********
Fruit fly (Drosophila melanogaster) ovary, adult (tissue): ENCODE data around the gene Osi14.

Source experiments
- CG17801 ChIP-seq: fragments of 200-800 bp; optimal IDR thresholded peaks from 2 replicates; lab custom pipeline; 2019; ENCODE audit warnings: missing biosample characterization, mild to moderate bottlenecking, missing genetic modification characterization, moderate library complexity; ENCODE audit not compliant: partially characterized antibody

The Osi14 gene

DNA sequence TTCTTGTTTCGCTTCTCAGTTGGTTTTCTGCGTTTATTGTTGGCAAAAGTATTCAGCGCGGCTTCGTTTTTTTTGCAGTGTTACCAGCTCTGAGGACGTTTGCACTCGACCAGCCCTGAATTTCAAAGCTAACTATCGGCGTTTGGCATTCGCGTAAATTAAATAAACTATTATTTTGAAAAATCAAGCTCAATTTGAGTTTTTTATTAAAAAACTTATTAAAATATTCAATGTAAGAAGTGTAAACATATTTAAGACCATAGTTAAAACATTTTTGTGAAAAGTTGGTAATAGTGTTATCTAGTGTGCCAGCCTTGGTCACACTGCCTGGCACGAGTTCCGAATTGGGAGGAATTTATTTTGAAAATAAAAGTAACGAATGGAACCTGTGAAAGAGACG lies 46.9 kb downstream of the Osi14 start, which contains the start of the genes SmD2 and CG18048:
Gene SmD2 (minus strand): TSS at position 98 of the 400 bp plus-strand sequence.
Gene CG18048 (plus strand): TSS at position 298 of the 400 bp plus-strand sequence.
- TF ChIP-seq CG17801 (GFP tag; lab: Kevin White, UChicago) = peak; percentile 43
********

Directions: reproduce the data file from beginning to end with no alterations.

Fruit fly (Drosophila melanogaster) ovary, adult (tissue): ENCODE data around the gene Osi14.

Source experiments
- CG17801 ChIP-seq: fragments of 200-800 bp; optimal IDR thresholded peaks from 2 replicates; lab custom pipeline; 2019; ENCODE audit warnings: missing biosample characterization, mild to moderate bottlenecking, missing genetic modification characterization, moderate library complexity; ENCODE audit not compliant: partially characterized antibody

The Osi14 gene

DNA sequence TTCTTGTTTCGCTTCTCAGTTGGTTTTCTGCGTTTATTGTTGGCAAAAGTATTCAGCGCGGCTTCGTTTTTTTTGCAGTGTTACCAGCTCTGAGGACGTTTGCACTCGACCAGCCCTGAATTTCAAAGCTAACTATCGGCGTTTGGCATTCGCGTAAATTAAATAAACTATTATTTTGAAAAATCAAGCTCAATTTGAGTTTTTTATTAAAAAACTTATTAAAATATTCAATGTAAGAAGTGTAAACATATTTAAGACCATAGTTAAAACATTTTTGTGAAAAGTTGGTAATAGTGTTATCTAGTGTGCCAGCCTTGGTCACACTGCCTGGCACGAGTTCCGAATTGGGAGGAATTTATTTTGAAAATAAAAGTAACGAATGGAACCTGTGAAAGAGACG lies 46.9 kb downstream of the Osi14 start, which contains the start of the genes SmD2 and CG18048:
Gene SmD2 (minus strand): TSS at position 98 of the 400 bp plus-strand sequence.
Gene CG18048 (plus strand): TSS at position 298 of the 400 bp plus-strand sequence.
- TF ChIP-seq CG17801 (GFP tag; lab: Kevin White, UChicago) = peak; percentile 43